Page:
We use computer models to simulate the behavior of the upper atmospheres of different planets (Earth, Venus, Mars, Earth-like exoplanets, etc.) during their early evolutionary stages. Young stars produce more flares and other stellar activity than older stars, and the young Sun emitted a greater amount of energetic photons than it does today, which heated the upper atmospheres of the planets. This atmospheric heating led to fast atmosphere escape, which probably controlled the atmospheric composition of early planets. The atmospheric composition on early Earth provides critical constraints on the origin and early evolution of life on this planet. The atmospheric composition of other planets provide important constraints on their habitability.

    ROADMAP OBJECTIVES: 1.1 2.1 3.1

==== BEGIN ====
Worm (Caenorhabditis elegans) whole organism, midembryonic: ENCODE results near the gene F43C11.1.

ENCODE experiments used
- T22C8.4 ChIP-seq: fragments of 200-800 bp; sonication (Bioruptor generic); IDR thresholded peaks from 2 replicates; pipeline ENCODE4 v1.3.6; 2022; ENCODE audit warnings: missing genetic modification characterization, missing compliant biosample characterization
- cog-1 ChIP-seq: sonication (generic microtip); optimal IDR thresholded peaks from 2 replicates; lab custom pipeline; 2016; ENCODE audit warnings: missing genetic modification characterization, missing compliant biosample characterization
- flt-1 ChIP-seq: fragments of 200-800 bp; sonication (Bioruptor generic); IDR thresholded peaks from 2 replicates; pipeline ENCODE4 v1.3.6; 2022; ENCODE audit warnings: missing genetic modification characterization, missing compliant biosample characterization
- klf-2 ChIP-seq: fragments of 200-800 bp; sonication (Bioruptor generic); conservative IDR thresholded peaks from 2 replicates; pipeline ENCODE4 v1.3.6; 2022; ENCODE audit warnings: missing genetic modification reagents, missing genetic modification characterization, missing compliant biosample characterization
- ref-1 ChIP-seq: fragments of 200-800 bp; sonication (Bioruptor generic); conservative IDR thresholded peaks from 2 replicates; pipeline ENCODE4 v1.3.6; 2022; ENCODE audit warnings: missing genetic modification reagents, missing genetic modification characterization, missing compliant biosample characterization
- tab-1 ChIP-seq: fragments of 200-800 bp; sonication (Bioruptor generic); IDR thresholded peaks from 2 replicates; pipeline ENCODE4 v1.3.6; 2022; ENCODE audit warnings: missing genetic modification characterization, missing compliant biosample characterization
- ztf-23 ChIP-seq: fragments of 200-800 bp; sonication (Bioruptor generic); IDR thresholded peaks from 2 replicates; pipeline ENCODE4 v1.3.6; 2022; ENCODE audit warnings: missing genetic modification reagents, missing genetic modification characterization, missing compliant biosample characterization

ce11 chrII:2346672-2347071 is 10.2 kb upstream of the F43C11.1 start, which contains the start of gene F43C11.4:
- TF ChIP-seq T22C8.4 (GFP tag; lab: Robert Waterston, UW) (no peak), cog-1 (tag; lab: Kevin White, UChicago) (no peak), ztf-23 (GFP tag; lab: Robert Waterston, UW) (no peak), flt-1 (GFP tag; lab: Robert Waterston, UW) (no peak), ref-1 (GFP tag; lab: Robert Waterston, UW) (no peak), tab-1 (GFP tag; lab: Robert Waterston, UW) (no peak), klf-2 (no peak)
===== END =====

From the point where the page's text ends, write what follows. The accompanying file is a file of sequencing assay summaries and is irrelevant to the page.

• Task 2.2.1 Characterization of Aerosol Nucleation and Growth

    Aerosol nucleation in the Titan atmosphere may form the orange material seen in visible images.

    ROADMAP OBJECTIVES: 1.1 2.2 3.1 3.2 3.3
  • Project 7: Prebiotic Chemical Catalysis on Early Earth and Mars

    The “RNA World” hypothesis is the current paradigm for the origins of terrestrial life. This hypothesis proposes that the first life on Earth was based on RNA, and that RNA subsequently catalyzed life based on DNA. Our research is aimed at testing a key component of the paradigm, i.e., the efficiency with which RNA molecules form and grow under realistic conditions. We are investigating abiotic production and polymerization of RNA by catalysis on montmorillonite clays. We find that RNA chains some 50 units long can be formed in the laboratory from activated RNA monomers with montmorillonite as a catalyst, and that 12 of the 22 montmorillonites we tested are catalytic. A correlation is found between catalytic activity and charge: montmorillonites with a low negative charge are catalytic, those with a high negative charge are not.

    ROADMAP OBJECTIVES: 3.1 3.2
  • Task 2.2.2.1 Ultraviolet/infrared Spectroscopy of Ice Films

    Condensed phase chemistry in organic aerosols can produce large organic macromolecules.

    ROADMAP OBJECTIVES: 1.1 2.2 3.1 3.2 3.3
  • Current Status & Future Bioastronomy With the Large Millimeter Telescope